In the prior art arrangements disclosed in WO2007045900 and US2008/0229684, the vertical dampers are mounted at points in approximately the top two-thirds of the height of the structure. The amount of relative vertical movement between the adjacent vertical elements is small in the lower part of the building, so the vertical dampers are mounted where the relative vertical movement is greater. However, the flexural deformation of a structure induced by, for example, earth tremors or wind gusts, is often a first, second or higher-order oscillation of the entire height of the building, so the vertical damping arrangement of the prior art only addresses a part of the flexing problem, and is only suitable for building above a certain height. Different types of damper would be required to damp lateral (horizontal) movements in the lower parts of the structure, or in less high buildings.

The objective of the present invention is to overcome the above disadvantages with the prior art damping systems. In particular, it is the aim of the invention to provide efficient damping for a structure, of any height, in such a way as to achieve improved damping of the whole structure, with a broad harmonic response (both amplitudes and frequencies), and with reduced installation and maintenance costs.

SUMMARY OF THE INVENTION

In order to achieve the above objectives, the invention proposes a building structure comprising a first structural element extending parallel to a vertical axis of the building structure, the first structural element being substantially self-supporting and susceptible of shear or flexural deformation, a component of the shear or flexural deformation being along a horizontal axis of the building structure,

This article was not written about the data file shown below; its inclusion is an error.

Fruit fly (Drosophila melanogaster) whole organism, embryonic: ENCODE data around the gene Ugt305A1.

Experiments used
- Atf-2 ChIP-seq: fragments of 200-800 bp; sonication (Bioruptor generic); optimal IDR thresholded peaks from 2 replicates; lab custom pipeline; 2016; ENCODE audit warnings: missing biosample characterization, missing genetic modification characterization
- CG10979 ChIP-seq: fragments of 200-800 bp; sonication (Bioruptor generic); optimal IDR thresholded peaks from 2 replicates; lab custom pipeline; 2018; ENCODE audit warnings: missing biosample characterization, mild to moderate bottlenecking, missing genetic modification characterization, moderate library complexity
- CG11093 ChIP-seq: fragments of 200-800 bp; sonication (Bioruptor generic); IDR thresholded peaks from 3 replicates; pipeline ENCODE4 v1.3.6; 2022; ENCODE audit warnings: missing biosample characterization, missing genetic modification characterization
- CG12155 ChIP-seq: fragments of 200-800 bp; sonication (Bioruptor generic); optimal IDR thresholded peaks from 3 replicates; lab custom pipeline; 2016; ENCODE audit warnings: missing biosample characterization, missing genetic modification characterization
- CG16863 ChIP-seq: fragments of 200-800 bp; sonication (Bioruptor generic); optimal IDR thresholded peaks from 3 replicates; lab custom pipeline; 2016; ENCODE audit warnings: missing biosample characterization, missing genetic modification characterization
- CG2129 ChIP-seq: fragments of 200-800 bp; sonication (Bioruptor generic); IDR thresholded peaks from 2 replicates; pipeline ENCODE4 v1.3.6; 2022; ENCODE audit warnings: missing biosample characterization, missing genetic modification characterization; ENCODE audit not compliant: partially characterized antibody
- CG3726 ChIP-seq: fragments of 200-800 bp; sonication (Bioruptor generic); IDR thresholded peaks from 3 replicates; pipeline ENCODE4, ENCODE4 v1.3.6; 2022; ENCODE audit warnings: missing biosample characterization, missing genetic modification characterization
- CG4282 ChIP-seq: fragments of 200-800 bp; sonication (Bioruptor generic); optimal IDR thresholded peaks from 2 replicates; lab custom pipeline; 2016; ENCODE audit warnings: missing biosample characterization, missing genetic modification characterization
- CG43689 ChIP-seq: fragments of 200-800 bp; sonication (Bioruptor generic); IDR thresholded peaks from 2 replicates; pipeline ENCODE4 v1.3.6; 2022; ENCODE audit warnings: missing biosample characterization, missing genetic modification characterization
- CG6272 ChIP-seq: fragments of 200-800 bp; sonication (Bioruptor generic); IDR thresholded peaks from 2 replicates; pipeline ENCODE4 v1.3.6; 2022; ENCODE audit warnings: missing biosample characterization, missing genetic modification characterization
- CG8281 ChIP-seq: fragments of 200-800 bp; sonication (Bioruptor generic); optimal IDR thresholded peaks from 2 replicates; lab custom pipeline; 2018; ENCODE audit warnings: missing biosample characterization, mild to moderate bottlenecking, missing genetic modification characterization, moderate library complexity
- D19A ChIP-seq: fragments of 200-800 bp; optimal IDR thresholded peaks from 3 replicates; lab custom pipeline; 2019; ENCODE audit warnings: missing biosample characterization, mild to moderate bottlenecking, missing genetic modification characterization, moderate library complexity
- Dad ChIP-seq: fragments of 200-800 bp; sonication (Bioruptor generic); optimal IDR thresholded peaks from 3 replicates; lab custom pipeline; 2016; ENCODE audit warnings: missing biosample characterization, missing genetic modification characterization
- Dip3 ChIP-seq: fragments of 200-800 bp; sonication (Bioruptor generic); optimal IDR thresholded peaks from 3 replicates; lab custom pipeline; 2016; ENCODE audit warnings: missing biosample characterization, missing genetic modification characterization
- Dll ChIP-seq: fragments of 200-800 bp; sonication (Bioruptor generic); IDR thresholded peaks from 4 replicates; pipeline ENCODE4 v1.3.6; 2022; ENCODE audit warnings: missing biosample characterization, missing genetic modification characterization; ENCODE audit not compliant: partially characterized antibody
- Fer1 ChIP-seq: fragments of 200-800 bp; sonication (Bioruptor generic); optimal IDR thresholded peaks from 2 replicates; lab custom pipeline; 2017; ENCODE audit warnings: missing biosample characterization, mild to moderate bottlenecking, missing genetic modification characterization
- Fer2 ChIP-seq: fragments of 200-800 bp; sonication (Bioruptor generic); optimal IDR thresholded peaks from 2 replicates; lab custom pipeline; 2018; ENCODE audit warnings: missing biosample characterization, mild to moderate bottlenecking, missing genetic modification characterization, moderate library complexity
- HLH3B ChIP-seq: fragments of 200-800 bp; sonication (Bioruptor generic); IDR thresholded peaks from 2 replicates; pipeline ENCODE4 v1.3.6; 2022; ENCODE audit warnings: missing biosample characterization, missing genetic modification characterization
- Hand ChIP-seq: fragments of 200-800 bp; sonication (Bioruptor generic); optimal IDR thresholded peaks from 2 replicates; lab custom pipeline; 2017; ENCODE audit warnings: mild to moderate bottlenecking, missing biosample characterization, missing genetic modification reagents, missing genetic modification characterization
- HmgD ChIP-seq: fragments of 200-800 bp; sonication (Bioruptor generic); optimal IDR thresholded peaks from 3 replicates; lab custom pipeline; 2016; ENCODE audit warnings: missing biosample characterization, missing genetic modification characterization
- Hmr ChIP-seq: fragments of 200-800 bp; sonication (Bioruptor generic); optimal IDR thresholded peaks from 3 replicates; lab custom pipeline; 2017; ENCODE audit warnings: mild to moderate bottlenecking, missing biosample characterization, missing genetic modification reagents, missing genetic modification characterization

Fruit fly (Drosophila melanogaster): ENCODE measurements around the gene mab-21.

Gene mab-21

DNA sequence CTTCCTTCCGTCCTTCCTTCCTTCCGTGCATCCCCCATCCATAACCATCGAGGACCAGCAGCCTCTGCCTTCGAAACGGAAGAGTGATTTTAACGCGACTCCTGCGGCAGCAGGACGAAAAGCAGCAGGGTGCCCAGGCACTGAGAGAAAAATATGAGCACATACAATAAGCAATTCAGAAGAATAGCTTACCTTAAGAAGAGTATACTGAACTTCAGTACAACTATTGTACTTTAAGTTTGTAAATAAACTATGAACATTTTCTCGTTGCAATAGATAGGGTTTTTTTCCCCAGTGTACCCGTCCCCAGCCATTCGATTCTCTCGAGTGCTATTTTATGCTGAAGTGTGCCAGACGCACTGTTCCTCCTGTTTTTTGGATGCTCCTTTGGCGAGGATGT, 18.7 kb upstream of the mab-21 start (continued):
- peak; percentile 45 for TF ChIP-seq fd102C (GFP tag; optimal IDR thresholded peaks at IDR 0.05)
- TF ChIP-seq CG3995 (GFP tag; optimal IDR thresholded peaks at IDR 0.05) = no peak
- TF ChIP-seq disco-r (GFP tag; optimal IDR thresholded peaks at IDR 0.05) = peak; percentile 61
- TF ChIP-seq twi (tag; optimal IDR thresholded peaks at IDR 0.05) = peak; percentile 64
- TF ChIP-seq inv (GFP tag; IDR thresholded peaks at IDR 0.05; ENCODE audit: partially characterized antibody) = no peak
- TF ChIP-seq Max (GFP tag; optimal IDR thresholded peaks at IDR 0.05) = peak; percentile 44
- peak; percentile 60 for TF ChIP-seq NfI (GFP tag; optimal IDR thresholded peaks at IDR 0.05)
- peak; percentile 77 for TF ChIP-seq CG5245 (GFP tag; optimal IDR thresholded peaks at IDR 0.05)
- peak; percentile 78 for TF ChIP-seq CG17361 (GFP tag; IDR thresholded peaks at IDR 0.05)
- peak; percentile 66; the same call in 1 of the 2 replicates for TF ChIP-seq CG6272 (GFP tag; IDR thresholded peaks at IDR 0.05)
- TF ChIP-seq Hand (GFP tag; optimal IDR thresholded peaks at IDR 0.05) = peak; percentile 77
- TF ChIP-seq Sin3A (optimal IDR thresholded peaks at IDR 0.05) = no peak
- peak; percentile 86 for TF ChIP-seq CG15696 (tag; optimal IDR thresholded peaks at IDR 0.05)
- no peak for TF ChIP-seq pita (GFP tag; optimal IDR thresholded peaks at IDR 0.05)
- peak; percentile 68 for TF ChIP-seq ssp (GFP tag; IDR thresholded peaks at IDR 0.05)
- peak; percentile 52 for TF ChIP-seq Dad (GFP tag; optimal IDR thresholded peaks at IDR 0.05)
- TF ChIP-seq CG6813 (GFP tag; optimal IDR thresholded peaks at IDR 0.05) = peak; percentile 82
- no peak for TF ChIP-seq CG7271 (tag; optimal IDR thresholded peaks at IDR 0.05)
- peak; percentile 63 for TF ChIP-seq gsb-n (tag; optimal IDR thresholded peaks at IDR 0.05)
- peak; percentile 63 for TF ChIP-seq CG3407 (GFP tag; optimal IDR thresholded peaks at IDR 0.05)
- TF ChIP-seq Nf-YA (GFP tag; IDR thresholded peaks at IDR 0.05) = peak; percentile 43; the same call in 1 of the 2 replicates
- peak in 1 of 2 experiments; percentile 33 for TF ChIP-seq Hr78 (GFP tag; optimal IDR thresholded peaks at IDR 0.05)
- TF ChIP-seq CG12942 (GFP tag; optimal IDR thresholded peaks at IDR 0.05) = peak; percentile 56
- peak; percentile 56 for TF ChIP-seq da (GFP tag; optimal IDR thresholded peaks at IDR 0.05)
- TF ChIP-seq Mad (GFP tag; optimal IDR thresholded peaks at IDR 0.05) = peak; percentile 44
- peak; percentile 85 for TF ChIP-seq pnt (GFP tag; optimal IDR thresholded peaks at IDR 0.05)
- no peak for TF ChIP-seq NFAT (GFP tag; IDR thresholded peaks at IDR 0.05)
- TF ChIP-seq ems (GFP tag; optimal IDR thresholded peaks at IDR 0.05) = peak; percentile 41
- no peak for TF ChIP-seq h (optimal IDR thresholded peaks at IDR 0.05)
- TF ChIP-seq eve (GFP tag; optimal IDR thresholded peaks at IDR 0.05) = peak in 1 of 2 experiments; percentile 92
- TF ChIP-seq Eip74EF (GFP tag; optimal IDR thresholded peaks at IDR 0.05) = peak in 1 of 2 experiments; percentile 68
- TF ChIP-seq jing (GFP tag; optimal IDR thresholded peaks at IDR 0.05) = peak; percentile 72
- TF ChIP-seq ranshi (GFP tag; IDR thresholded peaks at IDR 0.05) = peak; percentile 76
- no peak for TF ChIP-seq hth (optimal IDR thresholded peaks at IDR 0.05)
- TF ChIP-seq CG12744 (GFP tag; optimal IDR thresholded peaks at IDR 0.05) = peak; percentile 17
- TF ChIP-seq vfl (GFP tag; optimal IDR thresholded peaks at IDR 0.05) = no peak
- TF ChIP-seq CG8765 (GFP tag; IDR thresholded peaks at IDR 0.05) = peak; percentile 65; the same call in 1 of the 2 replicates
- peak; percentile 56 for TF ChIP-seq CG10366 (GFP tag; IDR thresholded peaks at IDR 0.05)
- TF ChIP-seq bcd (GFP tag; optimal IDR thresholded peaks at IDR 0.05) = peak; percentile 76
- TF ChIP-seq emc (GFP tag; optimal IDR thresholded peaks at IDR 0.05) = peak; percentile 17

a second structural element, adjacent to the first structural element and extending parallel to the vertical axis, the first and second structural elements being such that the said shear or flexural deformation causes relative axial movements between the first and second structural elements parallel to said first axis at a first predetermined location along said vertical axis, and

a plurality of vertically spaced damping stages, each damping stage comprising a rigid outrigger element extending outward from the first structural element towards the second structural element,

the building structure being characterized in that it comprises

a plurality of biaxial dampers, each capable of damping along at least two different axes, the dampers being arranged pairwise, in vertically spaced pairs along the vertical axis of the building structure, between the first and second structural elements, each pair of dampers comprising a first damper and a second damper arranged, vertically spaced, in a common region of the building structure,

the first and second dampers being mounted between an outer part of each outrigger and the second structural element, so as to provide axial damping along the vertical axis and lateral damping along the horizontal axis, and such that, during said shear or flexural deformation of the first structural element in the common region of the building structure, the first damper is in one of tension or compression along one of its damping axes, while the second damper is in the other of tension or compression along one of its damping axes.

In one variant of the structure of the invention, the outrigger element is a wall of the building structure.

In another variant of the structure of the invention, at least one of the first and second dampers is a visco-elastic damping device.